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Profit of Auto Industry Limited: Analysts
As global auto giants respond to the fast-growing Chinese market with bold investment bets, they should remember that foreign investors' profits would be limited for years, analysts warned Wednesday.

And while China's auto sector will probably grow, there is a risk of fragmentation and cutthroat competition, according to participants in the Asia Pacific Automotive Industry Roundtable in Shanghai.

"China will easily be the biggest market in the world one day," said Graeme Maxton, managing director of Autopolis Asia, an automotive consulting company.

But Maxton added, "In some ways, the industry is blinded to the realities by what it sees as the potential."

This year, annual sales of passenger cars on the mainland are expected to rise nearly 40 percent to 1 mil-lion units for the first time, making China's market the fastest-growing in the world.

"China appears to be continuing in its path of solid growth in vehicle volume, while the rest of the world is facing a stagnant market," said Stefano Aversa of the U.S.-based consulting firm AT Kearney.

Not every factor is positive, though, and the Chinese automotive industry must solve problems of overcapacity and corporate governance, Aversa said.

Rodney O'Neal, executive vice president of Delphi Automotive Systems Corp., the world's largest supplier of automotive parts, sounded a rare hopeful note.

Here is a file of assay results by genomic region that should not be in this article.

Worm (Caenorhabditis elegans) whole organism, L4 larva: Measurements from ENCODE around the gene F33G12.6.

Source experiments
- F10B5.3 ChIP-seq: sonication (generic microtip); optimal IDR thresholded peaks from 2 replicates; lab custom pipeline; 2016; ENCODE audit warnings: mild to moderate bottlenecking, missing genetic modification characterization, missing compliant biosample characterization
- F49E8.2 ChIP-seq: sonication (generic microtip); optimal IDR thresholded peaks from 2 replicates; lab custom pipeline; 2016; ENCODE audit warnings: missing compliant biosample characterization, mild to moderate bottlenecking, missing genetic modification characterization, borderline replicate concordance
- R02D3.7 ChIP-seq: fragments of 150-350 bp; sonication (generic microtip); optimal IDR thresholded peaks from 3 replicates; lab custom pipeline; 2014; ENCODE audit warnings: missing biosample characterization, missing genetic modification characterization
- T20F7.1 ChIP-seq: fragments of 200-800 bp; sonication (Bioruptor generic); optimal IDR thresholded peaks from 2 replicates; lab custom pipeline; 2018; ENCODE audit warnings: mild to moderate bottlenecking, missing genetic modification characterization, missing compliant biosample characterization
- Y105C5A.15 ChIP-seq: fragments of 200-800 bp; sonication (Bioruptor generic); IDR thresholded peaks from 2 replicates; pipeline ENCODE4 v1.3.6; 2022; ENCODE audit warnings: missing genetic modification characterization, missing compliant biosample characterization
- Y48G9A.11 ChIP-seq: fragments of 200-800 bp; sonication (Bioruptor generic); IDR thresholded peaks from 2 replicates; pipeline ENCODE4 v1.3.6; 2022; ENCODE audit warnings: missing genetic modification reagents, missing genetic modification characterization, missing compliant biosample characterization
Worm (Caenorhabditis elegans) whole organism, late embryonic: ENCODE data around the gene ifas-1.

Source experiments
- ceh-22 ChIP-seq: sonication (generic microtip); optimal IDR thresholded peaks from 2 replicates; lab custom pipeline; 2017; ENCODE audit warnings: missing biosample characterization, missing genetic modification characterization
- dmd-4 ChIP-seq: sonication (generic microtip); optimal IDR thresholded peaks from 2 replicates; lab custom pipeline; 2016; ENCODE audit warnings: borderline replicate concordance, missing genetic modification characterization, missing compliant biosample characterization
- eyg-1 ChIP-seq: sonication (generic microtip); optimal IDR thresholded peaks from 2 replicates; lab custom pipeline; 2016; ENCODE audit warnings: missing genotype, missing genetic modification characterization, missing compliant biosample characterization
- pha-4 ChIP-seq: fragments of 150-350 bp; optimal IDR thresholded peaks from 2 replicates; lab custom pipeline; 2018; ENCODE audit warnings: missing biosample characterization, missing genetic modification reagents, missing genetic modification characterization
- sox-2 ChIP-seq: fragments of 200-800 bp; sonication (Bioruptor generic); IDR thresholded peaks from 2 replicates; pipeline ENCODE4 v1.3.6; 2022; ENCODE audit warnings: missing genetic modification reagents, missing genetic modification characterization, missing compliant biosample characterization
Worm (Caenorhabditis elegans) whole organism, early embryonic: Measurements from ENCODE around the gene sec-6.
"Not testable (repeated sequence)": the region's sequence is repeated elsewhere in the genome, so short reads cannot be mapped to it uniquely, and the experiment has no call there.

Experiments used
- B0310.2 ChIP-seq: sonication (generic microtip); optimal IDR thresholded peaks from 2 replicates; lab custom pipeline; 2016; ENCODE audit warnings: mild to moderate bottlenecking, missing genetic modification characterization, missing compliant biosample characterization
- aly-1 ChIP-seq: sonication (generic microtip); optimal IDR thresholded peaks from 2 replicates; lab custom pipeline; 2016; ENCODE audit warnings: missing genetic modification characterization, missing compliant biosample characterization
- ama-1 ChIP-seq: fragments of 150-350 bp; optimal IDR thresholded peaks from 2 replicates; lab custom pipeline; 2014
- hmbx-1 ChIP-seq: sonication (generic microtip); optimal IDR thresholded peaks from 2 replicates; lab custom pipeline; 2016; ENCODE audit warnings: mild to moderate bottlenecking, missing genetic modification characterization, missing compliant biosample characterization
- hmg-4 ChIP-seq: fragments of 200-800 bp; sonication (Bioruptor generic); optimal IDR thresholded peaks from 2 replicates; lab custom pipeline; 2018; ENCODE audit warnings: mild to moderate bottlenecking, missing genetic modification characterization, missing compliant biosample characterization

He said an overhaul of the domestic auto industry, which is crowded with more than 120 carmakers, will benefit the Chinese market and foreign investors.

China's three largest automakers - First Auto-motive Works, Dongfeng Motor Corp. and Shanghai Automotive Industry Corp. - have central-government backing for a program of merging and restructuring the small players.

"China is a developing market, and its auto industry will be open as a result of its entry into the World Trade Organization," O'Neal said.

"The Asia-Pacific region will be the most important growth area for our business in the future, and China is a key part of the region."

He attributed the dynamic growth of Chinese market to improvement of infrastructure, economic growth and a rise in buying power.

The U.S. company, which came to the mainland seven years ago, plans further expansion in the tracks of General Motors, Ford and other foreign giants.

(Shanghai Daily October 24, 2002)

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